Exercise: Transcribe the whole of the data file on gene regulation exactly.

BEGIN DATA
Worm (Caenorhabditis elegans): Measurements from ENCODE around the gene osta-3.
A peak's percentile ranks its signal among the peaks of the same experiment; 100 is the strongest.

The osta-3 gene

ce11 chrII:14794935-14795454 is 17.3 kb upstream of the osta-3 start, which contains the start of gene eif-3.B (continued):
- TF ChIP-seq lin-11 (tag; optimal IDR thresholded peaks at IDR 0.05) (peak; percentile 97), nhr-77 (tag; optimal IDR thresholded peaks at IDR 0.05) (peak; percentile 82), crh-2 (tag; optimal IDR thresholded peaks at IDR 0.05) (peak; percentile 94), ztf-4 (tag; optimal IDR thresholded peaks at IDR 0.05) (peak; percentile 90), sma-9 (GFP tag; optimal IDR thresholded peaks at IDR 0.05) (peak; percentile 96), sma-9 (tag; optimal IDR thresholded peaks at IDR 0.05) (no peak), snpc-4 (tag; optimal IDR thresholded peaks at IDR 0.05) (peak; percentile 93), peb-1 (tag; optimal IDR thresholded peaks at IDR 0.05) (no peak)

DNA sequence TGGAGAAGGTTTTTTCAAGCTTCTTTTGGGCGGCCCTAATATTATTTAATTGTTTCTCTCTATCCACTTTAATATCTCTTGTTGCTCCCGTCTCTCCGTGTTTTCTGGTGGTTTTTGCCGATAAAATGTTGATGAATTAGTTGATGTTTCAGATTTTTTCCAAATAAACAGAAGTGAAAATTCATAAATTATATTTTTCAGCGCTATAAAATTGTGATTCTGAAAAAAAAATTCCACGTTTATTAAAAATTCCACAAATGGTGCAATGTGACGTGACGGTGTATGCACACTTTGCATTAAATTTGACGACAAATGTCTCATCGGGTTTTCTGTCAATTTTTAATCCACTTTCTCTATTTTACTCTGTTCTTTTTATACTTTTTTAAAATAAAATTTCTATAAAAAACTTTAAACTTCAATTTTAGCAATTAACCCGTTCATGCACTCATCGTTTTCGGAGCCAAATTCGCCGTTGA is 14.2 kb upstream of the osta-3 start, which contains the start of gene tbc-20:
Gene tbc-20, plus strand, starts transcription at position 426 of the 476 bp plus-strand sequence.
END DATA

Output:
Worm (Caenorhabditis elegans): Measurements from ENCODE around the gene osta-3.
A peak's percentile ranks its signal among the peaks of the same experiment; 100 is the strongest.

The osta-3 gene

ce11 chrII:14794935-14795454 is 17.3 kb upstream of the osta-3 start, which contains the start of gene eif-3.B (continued):
- TF ChIP-seq lin-11 (tag; optimal IDR thresholded peaks at IDR 0.05) (peak; percentile 97), nhr-77 (tag; optimal IDR thresholded peaks at IDR 0.05) (peak; percentile 82), crh-2 (tag; optimal IDR thresholded peaks at IDR 0.05) (peak; percentile 94), ztf-4 (tag; optimal IDR thresholded peaks at IDR 0.05) (peak; percentile 90), sma-9 (GFP tag; optimal IDR thresholded peaks at IDR 0.05) (peak; percentile 96), sma-9 (tag; optimal IDR thresholded peaks at IDR 0.05) (no peak), snpc-4 (tag; optimal IDR thresholded peaks at IDR 0.05) (peak; percentile 93), peb-1 (tag; optimal IDR thresholded peaks at IDR 0.05) (no peak)

DNA sequence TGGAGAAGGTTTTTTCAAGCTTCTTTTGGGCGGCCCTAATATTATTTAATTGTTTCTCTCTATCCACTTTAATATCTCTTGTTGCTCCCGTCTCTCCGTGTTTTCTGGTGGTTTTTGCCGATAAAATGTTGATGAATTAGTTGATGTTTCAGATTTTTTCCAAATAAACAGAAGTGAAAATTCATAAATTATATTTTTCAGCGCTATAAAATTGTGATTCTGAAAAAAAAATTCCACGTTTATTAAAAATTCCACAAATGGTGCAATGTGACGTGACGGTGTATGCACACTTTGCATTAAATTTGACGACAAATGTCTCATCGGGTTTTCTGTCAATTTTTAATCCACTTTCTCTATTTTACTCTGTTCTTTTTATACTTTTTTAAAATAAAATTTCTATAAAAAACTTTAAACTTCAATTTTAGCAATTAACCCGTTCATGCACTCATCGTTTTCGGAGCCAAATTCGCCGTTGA is 14.2 kb upstream of the osta-3 start, which contains the start of gene tbc-20:
Gene tbc-20, plus strand, starts transcription at position 426 of the 476 bp plus-strand sequence.